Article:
2. Celery Omelette Muffins

Instead of frying your eggs, turn them into muffins! Preheat the oven to 345 F. Beat the eggs. Add any leftover vegetables such as celery, mushrooms and tomatoes to the mix. Add a small amount of yogurt or milk. Pour mixture into the muffin tin and bake until the top is browned (about 25 minutes).

3. Grated Celery Slaw

Add celery to your favourite slaw. Use Napa cabbage, shredded carrots and fresh lime. Alternatively, you can make a sweet slaw with grated celery, red cabbage and raisins. Or simply add celery to any salad. Be creative!

4. Roasted Vegetable Ratatouille

Preheat the oven to 400 F. Chop celery, zucchini, red peppers, eggplant, tomato and onion. Add a spice mix of your choice and drizzle with some olive oil. Mix everything in a baking pan. Roast in the oven for about 30-45 minutes.

5. Celery Mushroom Soup

Leftover celery is a great addition to any soup or stew, and even curry dishes. To make the celery mushroom soup, chop celery, onion and mushrooms. Mince some fresh garlic and ginger (optional). Sautée the garlic and ginger on low heat using a small amount of olive oil. Add the mushrooms, celery and onion. Cook for another 10 minutes. Add some seasoning, such as thyme, bay leaves, basil and oregano. Transfer the mixture to a large pot, and add some soup stock. Bring to a boil and let it simmer for about 10 minutes. Use a hand blender to get the desired consistency. Freeze any leftover soup.

Celery Soup

6. Vegetable Pasta

Pasta dishes are usually fast and easy to make. Cook your favourite noodles, such as linguine or fusilli. Sautée some chopped celery and greens (chard, broccoli, spinach) in a saucepan. Add tomato sauce and noodles, and voila!

7. Baked Casserole

Any of the above dishes can be mixed to create a delicious baked casserole. Or you can make one from scratch using leftover vegetables such as celery, protein (meat/fish/lentils), rice or noodles, and a cooking liquid (stock/tomato sauce/milk). Mix the ingredients in a shallow glass baking dish, and bake (400 F) in the oven for about 40-50 minutes.

8. Egg Salad Sandwich

Can you imagine an egg salad without celery? Boil an egg or two. Mash with a fork. Add some mashed avocado, hummus or pesto. Add finely chopped celery, black pepper and a pinch of salt. Enjoy with a multigrain toast and lettuce.

9. Guacamole Dip

Guacamole is a delicious creamy Mexican dip used with nacho chips and as a sauce in burritos. You can also add guacamole to your sandwiches or use as a dip with baked pita crisps. Add more flavor to your guacamole with some diced celery and tomatoes. Mash the avocado; add the diced celery and tomatoes. Mix in some fresh lemon juice and jalapeño pepper (if you desire some spice), and enjoy! Refrigerate any leftovers.



10. Mirepoix Sauce

Mirepoix (‘mi-reh-pwa’) is a delicious sauce base used to flavour soups and other dishes such as risotto. Finely chop celery, carrots, and onion. Sautée until tender. Purée or strain the mirepoix and freeze any leftovers in an ice cube tray. Transfer to a Ziploc bag. Use in pasta dishes, rice and stews.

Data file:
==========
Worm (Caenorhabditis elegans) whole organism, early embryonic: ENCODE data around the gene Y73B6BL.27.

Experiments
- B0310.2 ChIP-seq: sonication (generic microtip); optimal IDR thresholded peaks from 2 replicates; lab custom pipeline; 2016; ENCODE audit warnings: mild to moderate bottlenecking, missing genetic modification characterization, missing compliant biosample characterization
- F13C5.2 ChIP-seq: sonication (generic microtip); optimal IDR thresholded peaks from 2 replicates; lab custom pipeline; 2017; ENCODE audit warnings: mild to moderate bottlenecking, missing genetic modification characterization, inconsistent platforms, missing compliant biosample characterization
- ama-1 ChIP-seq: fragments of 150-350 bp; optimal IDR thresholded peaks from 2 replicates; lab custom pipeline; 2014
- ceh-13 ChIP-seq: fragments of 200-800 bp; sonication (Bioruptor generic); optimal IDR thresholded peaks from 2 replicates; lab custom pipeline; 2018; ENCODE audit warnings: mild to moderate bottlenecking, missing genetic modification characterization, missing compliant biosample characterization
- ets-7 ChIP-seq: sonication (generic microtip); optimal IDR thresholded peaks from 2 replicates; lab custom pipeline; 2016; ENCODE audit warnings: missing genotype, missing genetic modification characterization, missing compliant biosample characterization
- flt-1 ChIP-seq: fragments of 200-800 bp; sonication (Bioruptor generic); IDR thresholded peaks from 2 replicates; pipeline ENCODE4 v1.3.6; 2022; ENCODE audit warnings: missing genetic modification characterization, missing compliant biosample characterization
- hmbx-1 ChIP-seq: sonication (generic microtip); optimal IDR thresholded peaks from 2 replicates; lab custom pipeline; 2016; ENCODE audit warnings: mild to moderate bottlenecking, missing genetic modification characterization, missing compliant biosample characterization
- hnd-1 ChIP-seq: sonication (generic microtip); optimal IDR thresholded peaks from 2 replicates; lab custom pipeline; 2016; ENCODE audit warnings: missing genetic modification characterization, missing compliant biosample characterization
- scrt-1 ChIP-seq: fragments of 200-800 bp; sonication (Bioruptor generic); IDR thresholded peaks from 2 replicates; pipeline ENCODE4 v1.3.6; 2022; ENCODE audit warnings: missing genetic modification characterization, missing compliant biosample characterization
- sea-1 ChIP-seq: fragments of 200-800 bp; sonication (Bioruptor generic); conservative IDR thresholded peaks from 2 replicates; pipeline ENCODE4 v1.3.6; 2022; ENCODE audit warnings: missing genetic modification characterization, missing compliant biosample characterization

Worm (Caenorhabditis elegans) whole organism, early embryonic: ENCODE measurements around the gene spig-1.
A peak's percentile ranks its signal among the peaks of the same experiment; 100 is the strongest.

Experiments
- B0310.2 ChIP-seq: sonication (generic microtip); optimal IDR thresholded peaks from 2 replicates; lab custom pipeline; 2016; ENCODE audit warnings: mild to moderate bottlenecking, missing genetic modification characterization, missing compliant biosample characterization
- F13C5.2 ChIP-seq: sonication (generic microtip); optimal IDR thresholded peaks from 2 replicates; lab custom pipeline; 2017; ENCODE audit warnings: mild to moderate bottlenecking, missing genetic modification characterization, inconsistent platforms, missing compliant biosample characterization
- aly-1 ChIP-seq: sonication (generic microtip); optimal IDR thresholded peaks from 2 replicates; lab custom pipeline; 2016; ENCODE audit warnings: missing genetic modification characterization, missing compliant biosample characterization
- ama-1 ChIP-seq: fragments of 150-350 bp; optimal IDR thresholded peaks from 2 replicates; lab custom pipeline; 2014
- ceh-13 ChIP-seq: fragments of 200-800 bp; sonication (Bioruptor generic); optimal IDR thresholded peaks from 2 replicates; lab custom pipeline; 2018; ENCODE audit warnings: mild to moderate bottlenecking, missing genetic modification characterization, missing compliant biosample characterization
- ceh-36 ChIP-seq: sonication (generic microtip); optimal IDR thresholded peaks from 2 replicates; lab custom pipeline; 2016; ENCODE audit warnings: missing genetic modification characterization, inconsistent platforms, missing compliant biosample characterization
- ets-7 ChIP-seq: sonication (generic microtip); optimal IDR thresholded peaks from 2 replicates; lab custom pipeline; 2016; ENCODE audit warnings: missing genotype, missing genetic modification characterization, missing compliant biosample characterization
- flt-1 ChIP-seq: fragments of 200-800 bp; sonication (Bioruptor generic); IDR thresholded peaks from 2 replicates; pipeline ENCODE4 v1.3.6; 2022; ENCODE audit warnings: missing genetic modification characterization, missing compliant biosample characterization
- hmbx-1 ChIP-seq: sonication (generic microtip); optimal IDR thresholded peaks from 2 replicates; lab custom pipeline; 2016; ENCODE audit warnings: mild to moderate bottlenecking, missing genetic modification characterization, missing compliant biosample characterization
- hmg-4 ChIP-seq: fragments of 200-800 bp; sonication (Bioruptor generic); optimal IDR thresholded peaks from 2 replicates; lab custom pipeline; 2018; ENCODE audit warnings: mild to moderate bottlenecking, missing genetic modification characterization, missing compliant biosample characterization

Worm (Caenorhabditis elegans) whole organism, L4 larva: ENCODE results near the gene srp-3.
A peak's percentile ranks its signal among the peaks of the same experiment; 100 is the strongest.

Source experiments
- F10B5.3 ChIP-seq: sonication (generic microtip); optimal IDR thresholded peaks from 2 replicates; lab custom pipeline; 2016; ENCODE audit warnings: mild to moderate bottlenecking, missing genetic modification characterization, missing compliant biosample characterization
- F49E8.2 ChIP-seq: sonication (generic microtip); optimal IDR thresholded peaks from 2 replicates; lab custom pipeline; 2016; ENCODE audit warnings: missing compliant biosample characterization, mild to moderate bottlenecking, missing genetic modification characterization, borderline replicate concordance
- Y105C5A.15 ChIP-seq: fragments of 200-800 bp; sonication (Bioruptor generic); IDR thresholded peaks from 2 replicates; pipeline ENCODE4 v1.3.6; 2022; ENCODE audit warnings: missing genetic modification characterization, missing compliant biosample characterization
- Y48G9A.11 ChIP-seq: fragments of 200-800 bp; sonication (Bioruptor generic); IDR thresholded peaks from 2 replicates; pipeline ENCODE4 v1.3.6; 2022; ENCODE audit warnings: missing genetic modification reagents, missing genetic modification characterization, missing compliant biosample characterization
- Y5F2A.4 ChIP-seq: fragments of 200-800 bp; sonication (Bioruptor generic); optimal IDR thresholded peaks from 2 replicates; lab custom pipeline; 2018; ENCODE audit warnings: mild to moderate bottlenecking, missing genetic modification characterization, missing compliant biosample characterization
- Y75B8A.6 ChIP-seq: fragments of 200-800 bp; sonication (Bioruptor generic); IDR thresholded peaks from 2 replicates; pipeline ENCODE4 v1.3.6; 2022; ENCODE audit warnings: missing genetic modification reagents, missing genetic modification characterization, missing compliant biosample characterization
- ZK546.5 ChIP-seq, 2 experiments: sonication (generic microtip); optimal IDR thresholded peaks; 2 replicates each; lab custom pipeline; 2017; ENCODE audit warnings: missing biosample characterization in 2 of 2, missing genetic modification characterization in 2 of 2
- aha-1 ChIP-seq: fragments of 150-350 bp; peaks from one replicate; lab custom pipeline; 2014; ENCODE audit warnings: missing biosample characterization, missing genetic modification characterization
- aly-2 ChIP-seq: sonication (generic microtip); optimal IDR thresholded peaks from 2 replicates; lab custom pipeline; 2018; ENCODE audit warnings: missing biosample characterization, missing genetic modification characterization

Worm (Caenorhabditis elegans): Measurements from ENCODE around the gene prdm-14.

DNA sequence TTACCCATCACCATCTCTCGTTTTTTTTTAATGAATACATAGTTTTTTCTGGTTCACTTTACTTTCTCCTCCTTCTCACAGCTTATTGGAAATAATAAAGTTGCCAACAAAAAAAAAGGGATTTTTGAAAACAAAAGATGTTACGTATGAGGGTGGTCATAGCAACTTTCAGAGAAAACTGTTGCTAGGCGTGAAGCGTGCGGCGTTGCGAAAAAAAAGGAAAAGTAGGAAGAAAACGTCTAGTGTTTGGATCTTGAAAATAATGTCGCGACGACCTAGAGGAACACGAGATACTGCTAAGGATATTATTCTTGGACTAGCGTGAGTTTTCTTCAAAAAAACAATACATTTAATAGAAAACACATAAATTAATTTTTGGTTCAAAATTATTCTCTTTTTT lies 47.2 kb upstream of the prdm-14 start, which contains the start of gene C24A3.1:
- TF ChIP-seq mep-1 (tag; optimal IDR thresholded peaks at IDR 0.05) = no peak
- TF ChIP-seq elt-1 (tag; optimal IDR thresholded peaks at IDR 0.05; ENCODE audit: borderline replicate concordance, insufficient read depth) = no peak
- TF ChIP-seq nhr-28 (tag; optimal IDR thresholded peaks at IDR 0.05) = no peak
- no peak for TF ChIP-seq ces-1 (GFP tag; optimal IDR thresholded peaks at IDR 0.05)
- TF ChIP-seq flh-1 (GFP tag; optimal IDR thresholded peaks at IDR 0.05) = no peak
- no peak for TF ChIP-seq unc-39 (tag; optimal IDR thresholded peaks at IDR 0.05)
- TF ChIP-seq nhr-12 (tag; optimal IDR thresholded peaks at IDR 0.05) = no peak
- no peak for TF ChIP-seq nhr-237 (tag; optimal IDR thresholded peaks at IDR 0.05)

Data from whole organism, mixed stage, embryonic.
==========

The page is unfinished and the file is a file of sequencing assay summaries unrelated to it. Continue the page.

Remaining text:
Gas, Abdominal Discomfort, Bloating…Sounds familiar?

This post was inspired by a conversation I had with a client during one of my nutrition education workshops.

“Including more legumes, such as beans and lentils in your diet will ensure you are getting enough fibre every day,” I encouraged the group. At the end of the workshop, a client approached me to ask a question. “I like eating beans and chia seeds. But I seem to have trouble digesting all this stuff. I get gassy,” he said. “What can I do?” he asked.

If you can relate to this client in that you experience similar symptoms after eating beans or seeds, there are some general tips that you can follow to help alleviate tummy discomfort:

1. Try to slowly introduce legumes and seeds into your diet, increasing your intake little by little every day.

2. Stay hydrated with regular consumption of water when you eat legumes (beans, lentils, peas) and other high fibre foods (whole grains). Limit your coffee and caffeinated tea intake when eating these foods.

3. It might be helpful to soak legumes and seeds (even grains) prior to cooking or eating these foods. Beans can be soaked in water for a day or two, as long as you keep changing the water frequently (every few hours) to prevent growth of bacteria.

4. Sprouting, or buying prepared bean and lentil sprouts can further help with digestion. Seniors, pregnant women, children and those with a compromised immune system need to take extra caution when eating sprouts because of higher risk for getting potential food poisoning. Cooking the sprouts reduces the risk.

5. Digestive enzymes and probiotic supplements may help with some digestion problems. There is a lot of research showing the benefits of probiotic supplements for our gut health and even our mental well-being. Always consult a health care practitioner before taking any supplements or vitamins.

6. Adding lemon juice to your meals, or drinking warm water with added lemon juice before a meal seems to help some of our clients.

7. Cooking beans and lentils thoroughly is important. Using guidelines for cooking different varieties of legumes is a good idea.

If you continue to experience severe abdominal pain or discomfort, please see a doctor. Persisting pain or discomfort may be a sign of something serious. It is always a good idea to seek medical advice if you experience any health issues of concern to you.